When it comes to e-commerce, D2C brands especially, logistics is a highly involved function. It is the all too critical layer that converts an order into realized revenue. Further, unlike B2B supply chains, the end customer expects complete visibility on the order status from the time it is placed, till it is delivered. And the job doesn’t end at making final deliveries. The delivery/reverse pickup is a critical touch point with the customer, which has a lasting impact. In fact, the conduct of the delivery executive while handing over the package, and collecting cash payment also affects the customer’s relationship with the brand. In this super insightful interview, Hemant Kejriwal, a seasoned Supply Chain Leader and ExVP (Operations and Supply Chain) at Sugar Cosmetics takes us into behind the scenes of D2C supply chains.
Q] How are inefficient logistics operations eating into D2C revenues?
From a broad perspective, the inefficiencies I have observed in D2C companies are not very different from those in the traditional ones. Functionally, there is Sales & Operations Planning, Inventory Management, Procurement, Warehousing. From the tech perspective there is – ERP, OMS (Order Management System), WMS (Warehouse Management System), TMS (Transportation Management System). From the external service providers there are transporters and carrier partners for bulk movement vs end customer deliveries, local vs upcountry deliveries, within an hour / same day / express deliveries by road / rail / air. And then there is always the overarching concern on keeping costs under control.
Q] How have the changing consumer expectations impacted D2C supply chains in the recent past?
The single most significant change in customer expectation has been in the speed of delivery. From days it came down to hours, and now players are competing to deliver within 20 minutes! This has clearly raised the bar and increased cost. One needs to understand that such fast deliveries cannot be made possible within the same system that processes orders for delivery within 2-3 days by just getting the team to work faster. These hyper-speed deliveries require a completely different system – tech, team, storage facilities & delivery infrastructure. The jury is still out on its feasibility and its ability to increase revenue. Most of the brands are actually piloting these super fast deliveries just to explore and understand its impact.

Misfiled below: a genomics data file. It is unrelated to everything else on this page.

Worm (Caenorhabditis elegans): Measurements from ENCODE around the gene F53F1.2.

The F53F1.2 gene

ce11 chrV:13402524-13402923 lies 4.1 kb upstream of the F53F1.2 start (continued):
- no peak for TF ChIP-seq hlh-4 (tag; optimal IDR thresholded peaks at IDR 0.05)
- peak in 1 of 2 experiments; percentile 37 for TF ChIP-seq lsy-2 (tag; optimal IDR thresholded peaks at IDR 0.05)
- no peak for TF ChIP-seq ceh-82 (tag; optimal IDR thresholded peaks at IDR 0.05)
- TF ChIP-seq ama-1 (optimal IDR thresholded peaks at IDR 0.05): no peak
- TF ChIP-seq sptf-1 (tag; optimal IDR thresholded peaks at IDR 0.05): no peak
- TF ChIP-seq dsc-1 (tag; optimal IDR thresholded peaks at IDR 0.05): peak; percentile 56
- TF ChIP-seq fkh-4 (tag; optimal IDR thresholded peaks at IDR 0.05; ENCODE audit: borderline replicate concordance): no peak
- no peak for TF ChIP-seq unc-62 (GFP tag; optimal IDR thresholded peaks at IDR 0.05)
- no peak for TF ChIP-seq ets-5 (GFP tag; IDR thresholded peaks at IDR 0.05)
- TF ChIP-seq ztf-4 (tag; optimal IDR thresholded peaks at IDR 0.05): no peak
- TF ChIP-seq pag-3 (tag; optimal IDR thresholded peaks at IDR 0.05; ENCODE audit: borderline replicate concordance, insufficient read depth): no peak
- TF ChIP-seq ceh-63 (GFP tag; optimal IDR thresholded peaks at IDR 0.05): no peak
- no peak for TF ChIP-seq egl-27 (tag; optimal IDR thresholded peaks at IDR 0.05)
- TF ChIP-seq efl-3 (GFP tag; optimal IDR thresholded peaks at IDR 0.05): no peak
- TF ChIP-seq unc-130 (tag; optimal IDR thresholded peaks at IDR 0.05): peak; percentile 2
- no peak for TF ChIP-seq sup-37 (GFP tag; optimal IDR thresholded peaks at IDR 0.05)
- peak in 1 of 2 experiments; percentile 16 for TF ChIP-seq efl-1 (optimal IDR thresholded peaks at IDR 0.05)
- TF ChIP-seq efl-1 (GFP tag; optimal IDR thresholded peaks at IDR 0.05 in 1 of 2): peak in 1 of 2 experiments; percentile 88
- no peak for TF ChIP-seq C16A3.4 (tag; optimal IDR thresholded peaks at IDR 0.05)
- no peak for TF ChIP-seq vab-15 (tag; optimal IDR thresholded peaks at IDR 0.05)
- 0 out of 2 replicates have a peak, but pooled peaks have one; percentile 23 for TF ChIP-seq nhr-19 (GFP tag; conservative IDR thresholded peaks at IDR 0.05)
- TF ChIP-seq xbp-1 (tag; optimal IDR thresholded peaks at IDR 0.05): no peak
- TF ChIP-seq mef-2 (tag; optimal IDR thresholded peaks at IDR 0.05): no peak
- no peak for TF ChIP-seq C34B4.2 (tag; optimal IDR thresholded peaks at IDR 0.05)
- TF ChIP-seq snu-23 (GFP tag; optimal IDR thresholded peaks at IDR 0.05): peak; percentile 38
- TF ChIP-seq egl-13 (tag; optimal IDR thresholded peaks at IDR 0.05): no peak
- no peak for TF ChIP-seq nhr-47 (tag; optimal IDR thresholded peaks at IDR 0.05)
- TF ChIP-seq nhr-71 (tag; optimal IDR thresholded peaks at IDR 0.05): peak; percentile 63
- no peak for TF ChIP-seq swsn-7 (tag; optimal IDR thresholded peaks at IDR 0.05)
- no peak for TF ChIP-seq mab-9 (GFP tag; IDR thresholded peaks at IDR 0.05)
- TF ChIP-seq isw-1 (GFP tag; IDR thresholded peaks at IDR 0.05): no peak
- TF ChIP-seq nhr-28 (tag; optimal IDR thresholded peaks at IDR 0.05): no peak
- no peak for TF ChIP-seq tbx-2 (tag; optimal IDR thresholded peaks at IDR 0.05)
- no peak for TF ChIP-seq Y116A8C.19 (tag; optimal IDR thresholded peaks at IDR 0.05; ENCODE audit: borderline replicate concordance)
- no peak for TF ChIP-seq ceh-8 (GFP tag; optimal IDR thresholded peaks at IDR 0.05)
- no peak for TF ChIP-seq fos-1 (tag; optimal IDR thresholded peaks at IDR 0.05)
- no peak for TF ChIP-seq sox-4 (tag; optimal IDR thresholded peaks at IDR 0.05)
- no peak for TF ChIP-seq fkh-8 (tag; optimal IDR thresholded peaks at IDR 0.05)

Q] What are the cost parameters involved in a D2C supply chain and how does one optimize logistics costs?
The basic cost parameters are the same – warehousing & transportation with the fixed cost heads being rent, utilities, manpower and variable being packaging, and transportation. The key input here is to design operations keeping the broader business objectives of higher sales and better customer service. In my experience, the biggest gains are achieved by working closely with the sales & product development teams to scale up and scale down capacity timely & to proactively draw attention to overstocked or slow moving inventory.
Q] What can be done to ensure an errorfree reverse logistics system?
The importance of this aspect of the D2C supply chain system cannot be emphasized enough. Let me try to explain this in a step by step manner. It starts with the pickup request. The customer return policy must be clearly defined & the team must ascertain the validity of the pick up request before scheduling the pickup and initiating the pickup request with the logistics partner. The brand must also have a clearly defined and documented process for the pick-up executive to follow. The executive must thoroughly inspect the product(s) before pickup as per a clearly defined process with the logistics partner. The logistics partner must be held fully accountable for timely pickups and to bear the cost of an unauthorized or incorrect pickup.
This is an abridged version of the original interview published in the October 2022 issue of Logistics Insider magazine. Click here to read the complete interview.